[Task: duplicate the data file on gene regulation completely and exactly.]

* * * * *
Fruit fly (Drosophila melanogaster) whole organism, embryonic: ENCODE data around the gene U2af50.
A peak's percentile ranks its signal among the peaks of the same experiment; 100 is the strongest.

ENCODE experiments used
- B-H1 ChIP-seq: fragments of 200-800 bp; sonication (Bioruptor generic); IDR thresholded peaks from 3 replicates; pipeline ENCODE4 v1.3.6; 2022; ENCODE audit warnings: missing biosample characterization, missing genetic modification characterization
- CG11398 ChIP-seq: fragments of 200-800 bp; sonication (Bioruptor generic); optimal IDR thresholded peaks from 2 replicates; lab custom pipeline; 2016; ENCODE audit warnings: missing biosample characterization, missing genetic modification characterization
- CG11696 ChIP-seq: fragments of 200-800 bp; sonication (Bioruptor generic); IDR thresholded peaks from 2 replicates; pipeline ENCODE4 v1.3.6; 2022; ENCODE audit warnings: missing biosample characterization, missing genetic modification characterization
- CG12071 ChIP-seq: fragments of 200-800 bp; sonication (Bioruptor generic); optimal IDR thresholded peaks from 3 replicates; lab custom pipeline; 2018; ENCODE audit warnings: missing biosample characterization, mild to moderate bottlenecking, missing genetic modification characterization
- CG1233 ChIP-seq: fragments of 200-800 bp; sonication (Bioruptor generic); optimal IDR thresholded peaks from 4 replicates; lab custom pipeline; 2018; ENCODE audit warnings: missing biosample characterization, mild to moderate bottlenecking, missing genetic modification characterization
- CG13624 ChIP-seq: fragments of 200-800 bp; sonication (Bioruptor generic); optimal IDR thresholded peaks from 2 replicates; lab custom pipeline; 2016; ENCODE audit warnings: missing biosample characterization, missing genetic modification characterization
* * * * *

Fruit fly (Drosophila melanogaster) whole organism, embryonic: ENCODE data around the gene U2af50.
A peak's percentile ranks its signal among the peaks of the same experiment; 100 is the strongest.

ENCODE experiments used
- B-H1 ChIP-seq: fragments of 200-800 bp; sonication (Bioruptor generic); IDR thresholded peaks from 3 replicates; pipeline ENCODE4 v1.3.6; 2022; ENCODE audit warnings: missing biosample characterization, missing genetic modification characterization
- CG11398 ChIP-seq: fragments of 200-800 bp; sonication (Bioruptor generic); optimal IDR thresholded peaks from 2 replicates; lab custom pipeline; 2016; ENCODE audit warnings: missing biosample characterization, missing genetic modification characterization
- CG11696 ChIP-seq: fragments of 200-800 bp; sonication (Bioruptor generic); IDR thresholded peaks from 2 replicates; pipeline ENCODE4 v1.3.6; 2022; ENCODE audit warnings: missing biosample characterization, missing genetic modification characterization
- CG12071 ChIP-seq: fragments of 200-800 bp; sonication (Bioruptor generic); optimal IDR thresholded peaks from 3 replicates; lab custom pipeline; 2018; ENCODE audit warnings: missing biosample characterization, mild to moderate bottlenecking, missing genetic modification characterization
- CG1233 ChIP-seq: fragments of 200-800 bp; sonication (Bioruptor generic); optimal IDR thresholded peaks from 4 replicates; lab custom pipeline; 2018; ENCODE audit warnings: missing biosample characterization, mild to moderate bottlenecking, missing genetic modification characterization
- CG13624 ChIP-seq: fragments of 200-800 bp; sonication (Bioruptor generic); optimal IDR thresholded peaks from 2 replicates; lab custom pipeline; 2016; ENCODE audit warnings: missing biosample characterization, missing genetic modification characterization